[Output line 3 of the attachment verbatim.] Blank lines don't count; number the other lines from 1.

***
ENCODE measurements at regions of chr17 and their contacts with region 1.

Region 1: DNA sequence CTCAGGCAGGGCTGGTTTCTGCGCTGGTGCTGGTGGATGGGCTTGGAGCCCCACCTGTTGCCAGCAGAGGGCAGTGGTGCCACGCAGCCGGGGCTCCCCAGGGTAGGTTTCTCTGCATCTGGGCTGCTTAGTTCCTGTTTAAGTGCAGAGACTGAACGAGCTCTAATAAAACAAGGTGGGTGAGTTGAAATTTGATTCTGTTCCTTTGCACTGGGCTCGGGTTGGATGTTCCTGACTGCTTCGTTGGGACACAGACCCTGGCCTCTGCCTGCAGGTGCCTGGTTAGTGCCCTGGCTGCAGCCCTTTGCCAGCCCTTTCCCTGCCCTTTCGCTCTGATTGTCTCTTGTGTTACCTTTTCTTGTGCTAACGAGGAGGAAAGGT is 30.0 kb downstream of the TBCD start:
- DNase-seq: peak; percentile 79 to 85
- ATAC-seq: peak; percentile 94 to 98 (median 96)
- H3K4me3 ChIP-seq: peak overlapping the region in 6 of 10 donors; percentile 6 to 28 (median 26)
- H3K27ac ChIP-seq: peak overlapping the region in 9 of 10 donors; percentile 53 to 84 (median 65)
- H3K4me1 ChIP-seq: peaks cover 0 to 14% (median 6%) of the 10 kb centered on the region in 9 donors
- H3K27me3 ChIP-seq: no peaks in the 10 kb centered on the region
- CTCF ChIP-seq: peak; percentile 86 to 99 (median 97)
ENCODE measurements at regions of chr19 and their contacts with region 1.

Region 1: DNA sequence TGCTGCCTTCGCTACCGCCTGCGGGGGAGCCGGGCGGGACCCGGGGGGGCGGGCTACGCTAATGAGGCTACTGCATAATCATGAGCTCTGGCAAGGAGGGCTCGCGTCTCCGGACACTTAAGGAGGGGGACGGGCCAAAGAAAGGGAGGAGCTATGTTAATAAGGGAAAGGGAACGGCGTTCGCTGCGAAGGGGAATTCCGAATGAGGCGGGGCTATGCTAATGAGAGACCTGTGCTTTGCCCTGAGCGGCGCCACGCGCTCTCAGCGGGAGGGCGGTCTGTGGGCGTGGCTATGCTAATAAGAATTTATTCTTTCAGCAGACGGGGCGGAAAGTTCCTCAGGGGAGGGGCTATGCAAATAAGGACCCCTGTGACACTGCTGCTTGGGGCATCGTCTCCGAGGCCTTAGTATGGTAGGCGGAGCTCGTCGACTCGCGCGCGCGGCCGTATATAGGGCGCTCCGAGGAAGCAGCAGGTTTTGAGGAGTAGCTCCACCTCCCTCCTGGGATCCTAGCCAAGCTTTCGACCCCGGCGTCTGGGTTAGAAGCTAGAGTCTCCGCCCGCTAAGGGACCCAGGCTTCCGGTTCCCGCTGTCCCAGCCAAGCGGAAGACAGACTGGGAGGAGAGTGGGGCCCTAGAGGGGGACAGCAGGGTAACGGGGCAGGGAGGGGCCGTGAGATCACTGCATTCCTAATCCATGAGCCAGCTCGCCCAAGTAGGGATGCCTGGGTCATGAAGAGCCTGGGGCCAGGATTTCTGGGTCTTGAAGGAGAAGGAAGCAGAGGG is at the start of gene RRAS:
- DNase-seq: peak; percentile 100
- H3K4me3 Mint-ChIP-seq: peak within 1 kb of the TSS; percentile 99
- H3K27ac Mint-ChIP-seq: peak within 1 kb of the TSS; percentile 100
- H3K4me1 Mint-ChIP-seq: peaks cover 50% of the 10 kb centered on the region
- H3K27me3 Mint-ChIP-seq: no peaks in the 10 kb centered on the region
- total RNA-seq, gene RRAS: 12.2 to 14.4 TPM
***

- DNase-seq: peak; percentile 79 to 85